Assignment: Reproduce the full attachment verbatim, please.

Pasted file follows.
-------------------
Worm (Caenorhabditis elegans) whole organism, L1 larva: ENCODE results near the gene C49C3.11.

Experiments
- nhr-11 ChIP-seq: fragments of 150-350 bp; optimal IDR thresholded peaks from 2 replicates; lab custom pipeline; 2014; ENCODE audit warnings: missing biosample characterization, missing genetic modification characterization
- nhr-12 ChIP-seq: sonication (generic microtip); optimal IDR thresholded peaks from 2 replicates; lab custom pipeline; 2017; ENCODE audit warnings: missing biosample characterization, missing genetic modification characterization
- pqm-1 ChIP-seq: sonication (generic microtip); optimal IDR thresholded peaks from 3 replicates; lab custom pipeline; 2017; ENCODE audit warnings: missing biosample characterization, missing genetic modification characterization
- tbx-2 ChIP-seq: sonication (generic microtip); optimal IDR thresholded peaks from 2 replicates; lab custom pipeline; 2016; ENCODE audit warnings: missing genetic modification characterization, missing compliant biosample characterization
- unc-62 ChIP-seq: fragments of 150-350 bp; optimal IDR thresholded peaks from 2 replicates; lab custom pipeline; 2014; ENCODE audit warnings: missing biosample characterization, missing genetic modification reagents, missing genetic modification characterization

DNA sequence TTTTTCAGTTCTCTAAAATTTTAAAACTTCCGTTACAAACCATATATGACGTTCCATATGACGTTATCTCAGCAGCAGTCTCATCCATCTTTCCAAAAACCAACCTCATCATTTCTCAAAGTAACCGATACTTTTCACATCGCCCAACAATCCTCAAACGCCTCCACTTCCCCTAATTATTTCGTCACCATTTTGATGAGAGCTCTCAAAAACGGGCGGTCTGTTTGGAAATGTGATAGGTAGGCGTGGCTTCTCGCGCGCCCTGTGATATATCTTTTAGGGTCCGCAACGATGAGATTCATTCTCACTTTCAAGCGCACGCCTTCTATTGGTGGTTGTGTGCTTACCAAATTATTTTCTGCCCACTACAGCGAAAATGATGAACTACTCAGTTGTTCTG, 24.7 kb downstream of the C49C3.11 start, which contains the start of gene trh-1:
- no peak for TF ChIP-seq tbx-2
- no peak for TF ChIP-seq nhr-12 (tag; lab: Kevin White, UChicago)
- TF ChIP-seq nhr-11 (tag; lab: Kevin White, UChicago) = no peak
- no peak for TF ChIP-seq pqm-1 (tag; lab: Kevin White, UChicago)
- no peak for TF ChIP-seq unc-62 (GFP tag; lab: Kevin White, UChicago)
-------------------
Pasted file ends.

Worm (Caenorhabditis elegans) whole organism, L1 larva: ENCODE results near the gene C49C3.11.

Experiments
- nhr-11 ChIP-seq: fragments of 150-350 bp; optimal IDR thresholded peaks from 2 replicates; lab custom pipeline; 2014; ENCODE audit warnings: missing biosample characterization, missing genetic modification characterization
- nhr-12 ChIP-seq: sonication (generic microtip); optimal IDR thresholded peaks from 2 replicates; lab custom pipeline; 2017; ENCODE audit warnings: missing biosample characterization, missing genetic modification characterization
- pqm-1 ChIP-seq: sonication (generic microtip); optimal IDR thresholded peaks from 3 replicates; lab custom pipeline; 2017; ENCODE audit warnings: missing biosample characterization, missing genetic modification characterization
- tbx-2 ChIP-seq: sonication (generic microtip); optimal IDR thresholded peaks from 2 replicates; lab custom pipeline; 2016; ENCODE audit warnings: missing genetic modification characterization, missing compliant biosample characterization
- unc-62 ChIP-seq: fragments of 150-350 bp; optimal IDR thresholded peaks from 2 replicates; lab custom pipeline; 2014; ENCODE audit warnings: missing biosample characterization, missing genetic modification reagents, missing genetic modification characterization

DNA sequence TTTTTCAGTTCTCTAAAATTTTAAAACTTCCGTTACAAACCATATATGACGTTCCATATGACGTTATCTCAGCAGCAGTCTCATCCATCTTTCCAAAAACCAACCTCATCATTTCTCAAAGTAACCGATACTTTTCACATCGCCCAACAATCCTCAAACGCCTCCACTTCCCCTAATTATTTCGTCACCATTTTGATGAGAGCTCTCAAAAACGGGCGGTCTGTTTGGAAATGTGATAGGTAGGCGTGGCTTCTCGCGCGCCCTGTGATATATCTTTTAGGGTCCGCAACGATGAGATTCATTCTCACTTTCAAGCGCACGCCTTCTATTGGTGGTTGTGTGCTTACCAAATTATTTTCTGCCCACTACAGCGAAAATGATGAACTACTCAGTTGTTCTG, 24.7 kb downstream of the C49C3.11 start, which contains the start of gene trh-1:
- no peak for TF ChIP-seq tbx-2
- no peak for TF ChIP-seq nhr-12 (tag; lab: Kevin White, UChicago)
- TF ChIP-seq nhr-11 (tag; lab: Kevin White, UChicago) = no peak
- no peak for TF ChIP-seq pqm-1 (tag; lab: Kevin White, UChicago)
- no peak for TF ChIP-seq unc-62 (GFP tag; lab: Kevin White, UChicago)